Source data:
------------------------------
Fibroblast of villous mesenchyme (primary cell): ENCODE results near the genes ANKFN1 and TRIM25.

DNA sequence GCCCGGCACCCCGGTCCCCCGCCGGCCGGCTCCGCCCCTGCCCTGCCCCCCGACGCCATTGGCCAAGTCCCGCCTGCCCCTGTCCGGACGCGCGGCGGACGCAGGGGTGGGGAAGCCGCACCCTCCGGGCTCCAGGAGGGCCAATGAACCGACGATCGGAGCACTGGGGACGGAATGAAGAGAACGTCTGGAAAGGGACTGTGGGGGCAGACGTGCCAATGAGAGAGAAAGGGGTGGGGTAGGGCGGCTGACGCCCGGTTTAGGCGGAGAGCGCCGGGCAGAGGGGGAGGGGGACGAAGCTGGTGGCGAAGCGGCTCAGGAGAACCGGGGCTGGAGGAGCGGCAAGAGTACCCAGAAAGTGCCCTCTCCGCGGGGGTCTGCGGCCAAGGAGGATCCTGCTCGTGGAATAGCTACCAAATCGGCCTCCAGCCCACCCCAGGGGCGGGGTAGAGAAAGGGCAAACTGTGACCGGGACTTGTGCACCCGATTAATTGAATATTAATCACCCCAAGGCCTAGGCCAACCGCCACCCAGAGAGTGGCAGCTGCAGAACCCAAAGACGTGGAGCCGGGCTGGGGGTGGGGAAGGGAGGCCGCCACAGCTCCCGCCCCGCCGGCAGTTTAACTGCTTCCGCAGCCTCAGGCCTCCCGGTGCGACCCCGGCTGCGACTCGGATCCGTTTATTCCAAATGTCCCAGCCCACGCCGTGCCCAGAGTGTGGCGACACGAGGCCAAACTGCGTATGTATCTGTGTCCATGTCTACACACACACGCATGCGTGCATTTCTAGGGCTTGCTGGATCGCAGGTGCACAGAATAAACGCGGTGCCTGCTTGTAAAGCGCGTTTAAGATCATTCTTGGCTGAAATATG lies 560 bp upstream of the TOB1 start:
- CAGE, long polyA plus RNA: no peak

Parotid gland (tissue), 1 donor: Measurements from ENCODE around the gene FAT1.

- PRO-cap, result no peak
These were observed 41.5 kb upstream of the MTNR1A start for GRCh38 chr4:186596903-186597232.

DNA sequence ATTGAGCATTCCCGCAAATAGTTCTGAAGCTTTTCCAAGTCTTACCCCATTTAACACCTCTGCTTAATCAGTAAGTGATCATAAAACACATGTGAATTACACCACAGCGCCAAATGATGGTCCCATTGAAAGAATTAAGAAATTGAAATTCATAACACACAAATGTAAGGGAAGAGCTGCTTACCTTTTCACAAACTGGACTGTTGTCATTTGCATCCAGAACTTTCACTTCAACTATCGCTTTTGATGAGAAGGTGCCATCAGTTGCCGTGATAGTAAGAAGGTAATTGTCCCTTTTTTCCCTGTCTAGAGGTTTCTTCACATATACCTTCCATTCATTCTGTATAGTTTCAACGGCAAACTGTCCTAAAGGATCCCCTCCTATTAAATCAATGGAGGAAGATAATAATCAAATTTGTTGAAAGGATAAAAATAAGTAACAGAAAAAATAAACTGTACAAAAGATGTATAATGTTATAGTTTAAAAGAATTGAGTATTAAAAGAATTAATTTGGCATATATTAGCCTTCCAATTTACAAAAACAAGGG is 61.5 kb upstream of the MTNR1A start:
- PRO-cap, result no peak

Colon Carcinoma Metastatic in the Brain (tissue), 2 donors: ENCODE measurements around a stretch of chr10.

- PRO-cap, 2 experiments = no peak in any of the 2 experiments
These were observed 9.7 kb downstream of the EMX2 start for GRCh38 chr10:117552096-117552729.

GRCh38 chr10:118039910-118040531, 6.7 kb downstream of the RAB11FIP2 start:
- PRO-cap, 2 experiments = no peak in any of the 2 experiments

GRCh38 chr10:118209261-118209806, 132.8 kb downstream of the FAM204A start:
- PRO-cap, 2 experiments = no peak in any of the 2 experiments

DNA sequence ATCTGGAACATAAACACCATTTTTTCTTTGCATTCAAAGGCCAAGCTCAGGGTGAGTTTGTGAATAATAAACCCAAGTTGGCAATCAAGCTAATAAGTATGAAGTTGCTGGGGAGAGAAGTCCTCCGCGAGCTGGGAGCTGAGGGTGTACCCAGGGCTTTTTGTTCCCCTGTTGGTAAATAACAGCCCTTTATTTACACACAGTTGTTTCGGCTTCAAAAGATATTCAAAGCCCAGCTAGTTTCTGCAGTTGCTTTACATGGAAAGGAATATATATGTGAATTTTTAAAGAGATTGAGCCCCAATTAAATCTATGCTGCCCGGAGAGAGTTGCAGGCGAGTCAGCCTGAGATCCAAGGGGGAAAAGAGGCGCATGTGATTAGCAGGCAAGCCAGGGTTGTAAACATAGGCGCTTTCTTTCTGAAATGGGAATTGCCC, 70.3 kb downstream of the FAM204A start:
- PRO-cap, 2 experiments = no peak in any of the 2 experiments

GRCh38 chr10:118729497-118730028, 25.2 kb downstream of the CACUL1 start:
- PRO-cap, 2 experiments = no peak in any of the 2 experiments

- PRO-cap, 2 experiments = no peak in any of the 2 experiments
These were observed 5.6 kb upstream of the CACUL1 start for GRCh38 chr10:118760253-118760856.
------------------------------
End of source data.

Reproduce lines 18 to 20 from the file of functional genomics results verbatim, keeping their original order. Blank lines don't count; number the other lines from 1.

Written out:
GRCh38 chr10:118729497-118730028, 25.2 kb downstream of the CACUL1 start:
- PRO-cap, 2 experiments = no peak in any of the 2 experiments

- PRO-cap, 2 experiments = no peak in any of the 2 experiments